Science and art integration in the galapagos
This Fall, for one month, I lived in the Galapagos islands aboard the Lindblad Expeditions ship, the National Geographic Endeavor II, conducting deep-ocean research with National Geographic, MIT Media Lab, and the Charles Darwin Foundation, using National Geographic Exploration Technology Lab’s Deep-Ocean Dropcams. We explored seamounts around the Galapagos to discover what lives in the deep.
Prior to the expedition, I developed an observation guide and field-journaling kit and provided these kits for the science team. This course was made to guide explorers in an art-integrated approach to enhance our observation and participation with the places we visited. More than a logbook, the field-journaling exercises were designed as a method to engage more of our senses and faculties in exploring nature, to delve below the surface with ‘artful attention’, and to join the field-journaling tradition of the early naturalists and pioneering deep-sea explorers. The human-natural connection developed and logged through these activities complement and provide context for the Dropcam video footage taken from the deep-sea sites, connecting the deep-sea with the surface waters, and human culture with nature.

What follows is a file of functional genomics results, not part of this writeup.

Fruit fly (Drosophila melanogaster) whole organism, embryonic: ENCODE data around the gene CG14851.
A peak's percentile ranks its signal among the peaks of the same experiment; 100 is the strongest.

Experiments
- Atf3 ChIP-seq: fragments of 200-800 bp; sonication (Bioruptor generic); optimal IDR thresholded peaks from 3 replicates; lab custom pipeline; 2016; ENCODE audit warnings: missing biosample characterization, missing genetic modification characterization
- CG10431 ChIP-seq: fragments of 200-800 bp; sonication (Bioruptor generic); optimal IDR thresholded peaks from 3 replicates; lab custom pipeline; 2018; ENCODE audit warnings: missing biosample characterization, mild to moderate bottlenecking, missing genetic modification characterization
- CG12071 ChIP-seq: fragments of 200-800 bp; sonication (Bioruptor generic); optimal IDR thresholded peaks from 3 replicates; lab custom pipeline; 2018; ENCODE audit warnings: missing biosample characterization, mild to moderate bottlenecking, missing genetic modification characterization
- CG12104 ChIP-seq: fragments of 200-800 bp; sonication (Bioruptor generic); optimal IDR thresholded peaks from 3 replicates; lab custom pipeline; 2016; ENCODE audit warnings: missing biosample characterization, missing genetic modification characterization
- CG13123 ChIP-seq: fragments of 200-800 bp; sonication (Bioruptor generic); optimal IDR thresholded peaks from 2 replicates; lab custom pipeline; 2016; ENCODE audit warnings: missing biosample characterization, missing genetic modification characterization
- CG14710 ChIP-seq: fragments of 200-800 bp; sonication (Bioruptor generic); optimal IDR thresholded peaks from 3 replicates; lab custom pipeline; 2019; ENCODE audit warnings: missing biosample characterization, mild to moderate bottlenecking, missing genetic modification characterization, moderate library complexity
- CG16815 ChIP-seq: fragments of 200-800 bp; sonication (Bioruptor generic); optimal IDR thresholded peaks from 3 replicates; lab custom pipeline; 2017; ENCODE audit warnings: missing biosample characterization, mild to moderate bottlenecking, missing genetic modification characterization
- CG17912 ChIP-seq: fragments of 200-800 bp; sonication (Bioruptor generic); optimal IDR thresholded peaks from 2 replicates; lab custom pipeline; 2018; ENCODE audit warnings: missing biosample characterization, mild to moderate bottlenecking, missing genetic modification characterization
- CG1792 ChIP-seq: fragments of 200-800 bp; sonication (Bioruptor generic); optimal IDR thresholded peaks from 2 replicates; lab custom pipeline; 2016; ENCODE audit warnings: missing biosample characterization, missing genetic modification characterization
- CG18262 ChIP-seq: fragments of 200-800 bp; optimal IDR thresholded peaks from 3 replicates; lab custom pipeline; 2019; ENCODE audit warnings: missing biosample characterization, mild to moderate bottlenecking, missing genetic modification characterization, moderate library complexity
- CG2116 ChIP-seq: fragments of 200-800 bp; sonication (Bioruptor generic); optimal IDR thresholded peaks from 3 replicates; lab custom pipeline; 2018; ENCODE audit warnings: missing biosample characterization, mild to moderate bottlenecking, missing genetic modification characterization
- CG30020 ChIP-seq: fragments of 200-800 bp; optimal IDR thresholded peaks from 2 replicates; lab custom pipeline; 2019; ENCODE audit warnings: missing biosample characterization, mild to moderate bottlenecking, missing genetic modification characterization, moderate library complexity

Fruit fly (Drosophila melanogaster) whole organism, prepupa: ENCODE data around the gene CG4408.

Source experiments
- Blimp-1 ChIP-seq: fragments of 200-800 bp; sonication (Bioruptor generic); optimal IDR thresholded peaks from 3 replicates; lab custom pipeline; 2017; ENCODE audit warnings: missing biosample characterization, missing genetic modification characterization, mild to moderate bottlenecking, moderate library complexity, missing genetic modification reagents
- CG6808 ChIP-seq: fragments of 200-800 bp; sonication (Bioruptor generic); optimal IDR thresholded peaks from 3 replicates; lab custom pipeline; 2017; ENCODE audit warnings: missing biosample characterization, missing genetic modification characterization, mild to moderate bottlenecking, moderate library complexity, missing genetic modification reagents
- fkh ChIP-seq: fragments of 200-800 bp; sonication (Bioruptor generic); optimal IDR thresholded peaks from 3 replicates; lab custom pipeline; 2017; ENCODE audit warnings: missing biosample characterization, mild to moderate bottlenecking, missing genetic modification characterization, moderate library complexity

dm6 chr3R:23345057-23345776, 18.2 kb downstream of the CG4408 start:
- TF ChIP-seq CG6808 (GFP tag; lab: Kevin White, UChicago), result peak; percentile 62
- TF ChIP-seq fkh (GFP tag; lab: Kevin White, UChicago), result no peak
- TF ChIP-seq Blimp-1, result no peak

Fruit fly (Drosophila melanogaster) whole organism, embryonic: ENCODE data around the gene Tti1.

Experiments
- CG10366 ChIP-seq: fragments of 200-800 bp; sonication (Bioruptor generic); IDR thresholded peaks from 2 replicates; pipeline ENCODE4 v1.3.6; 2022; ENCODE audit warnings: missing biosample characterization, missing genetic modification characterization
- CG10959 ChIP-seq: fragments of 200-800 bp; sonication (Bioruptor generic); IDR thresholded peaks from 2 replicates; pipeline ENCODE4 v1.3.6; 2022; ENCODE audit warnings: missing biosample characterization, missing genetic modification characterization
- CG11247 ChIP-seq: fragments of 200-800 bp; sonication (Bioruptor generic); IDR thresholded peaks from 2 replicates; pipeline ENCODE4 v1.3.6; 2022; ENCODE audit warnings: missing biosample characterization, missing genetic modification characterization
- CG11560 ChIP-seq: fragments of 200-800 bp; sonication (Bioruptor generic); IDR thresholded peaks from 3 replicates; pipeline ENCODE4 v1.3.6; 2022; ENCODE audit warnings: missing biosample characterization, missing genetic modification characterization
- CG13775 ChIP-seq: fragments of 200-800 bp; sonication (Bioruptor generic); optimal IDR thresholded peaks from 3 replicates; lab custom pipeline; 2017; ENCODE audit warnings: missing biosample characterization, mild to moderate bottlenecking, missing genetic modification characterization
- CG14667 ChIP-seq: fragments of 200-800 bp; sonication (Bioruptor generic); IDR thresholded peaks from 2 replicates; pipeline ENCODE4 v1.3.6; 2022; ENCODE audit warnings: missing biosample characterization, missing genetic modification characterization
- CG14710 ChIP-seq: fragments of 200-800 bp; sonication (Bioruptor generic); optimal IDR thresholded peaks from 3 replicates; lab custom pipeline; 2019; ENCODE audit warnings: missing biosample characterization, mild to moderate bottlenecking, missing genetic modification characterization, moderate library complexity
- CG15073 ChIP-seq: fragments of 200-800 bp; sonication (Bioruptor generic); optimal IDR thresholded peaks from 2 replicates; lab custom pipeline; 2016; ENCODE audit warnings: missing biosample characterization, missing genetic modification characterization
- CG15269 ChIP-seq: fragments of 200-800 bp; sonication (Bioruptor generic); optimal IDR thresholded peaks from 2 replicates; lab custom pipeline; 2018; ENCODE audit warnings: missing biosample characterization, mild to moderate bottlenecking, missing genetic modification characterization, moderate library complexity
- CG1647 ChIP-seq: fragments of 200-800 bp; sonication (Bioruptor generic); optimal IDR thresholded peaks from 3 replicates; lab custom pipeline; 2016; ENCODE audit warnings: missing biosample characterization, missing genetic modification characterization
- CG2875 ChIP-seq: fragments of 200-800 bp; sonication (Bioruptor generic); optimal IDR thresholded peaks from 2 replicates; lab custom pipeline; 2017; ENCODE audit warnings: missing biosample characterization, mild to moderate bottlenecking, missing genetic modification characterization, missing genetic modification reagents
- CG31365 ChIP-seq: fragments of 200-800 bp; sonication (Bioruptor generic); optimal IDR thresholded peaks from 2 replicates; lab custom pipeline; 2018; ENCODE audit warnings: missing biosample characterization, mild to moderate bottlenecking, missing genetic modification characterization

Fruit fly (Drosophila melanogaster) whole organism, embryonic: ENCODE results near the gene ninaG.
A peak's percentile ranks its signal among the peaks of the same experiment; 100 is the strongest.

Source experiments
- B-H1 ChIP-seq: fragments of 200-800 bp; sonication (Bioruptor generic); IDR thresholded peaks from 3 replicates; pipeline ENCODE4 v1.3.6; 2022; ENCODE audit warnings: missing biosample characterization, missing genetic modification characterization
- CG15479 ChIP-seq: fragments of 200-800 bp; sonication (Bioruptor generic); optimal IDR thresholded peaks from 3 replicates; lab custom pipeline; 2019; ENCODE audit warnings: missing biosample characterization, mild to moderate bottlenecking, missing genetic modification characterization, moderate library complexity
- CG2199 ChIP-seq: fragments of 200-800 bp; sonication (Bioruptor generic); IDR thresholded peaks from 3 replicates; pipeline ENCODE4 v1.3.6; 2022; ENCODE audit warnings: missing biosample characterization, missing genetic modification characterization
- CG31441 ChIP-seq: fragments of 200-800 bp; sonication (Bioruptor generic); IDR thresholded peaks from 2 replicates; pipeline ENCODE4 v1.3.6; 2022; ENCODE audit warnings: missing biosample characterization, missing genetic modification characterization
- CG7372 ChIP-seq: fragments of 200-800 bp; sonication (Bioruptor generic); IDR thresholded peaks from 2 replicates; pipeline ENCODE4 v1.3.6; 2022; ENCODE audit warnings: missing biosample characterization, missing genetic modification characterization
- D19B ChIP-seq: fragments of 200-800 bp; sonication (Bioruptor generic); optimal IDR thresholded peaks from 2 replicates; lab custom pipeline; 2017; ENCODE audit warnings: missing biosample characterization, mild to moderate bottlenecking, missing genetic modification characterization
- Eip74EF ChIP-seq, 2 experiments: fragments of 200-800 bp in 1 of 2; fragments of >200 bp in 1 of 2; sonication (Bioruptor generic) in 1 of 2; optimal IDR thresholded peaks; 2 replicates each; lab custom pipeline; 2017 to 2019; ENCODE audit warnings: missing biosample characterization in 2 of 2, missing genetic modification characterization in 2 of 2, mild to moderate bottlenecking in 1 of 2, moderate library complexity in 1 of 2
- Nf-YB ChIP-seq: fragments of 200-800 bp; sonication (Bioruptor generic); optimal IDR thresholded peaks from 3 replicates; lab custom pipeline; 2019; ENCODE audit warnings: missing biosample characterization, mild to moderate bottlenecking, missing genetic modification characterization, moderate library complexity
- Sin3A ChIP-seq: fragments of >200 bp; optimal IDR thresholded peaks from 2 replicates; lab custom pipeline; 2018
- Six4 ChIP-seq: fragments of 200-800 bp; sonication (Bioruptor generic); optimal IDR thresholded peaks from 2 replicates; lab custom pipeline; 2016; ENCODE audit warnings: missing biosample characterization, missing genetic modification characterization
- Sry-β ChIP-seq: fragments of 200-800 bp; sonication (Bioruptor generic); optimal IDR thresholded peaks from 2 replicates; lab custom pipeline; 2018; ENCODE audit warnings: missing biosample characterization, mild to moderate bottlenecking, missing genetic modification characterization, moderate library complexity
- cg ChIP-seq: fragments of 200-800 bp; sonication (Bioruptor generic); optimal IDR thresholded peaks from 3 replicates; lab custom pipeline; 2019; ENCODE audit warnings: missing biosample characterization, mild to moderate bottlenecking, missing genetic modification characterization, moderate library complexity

Published this month in the sustainability journal Verde Galapagos, a short story that I wrote about our expedition. I am grateful to share in two languages, moments of wonder and connection from the expedition, and the passion and purpose that drives our art-integrated exploration of the deep-sea.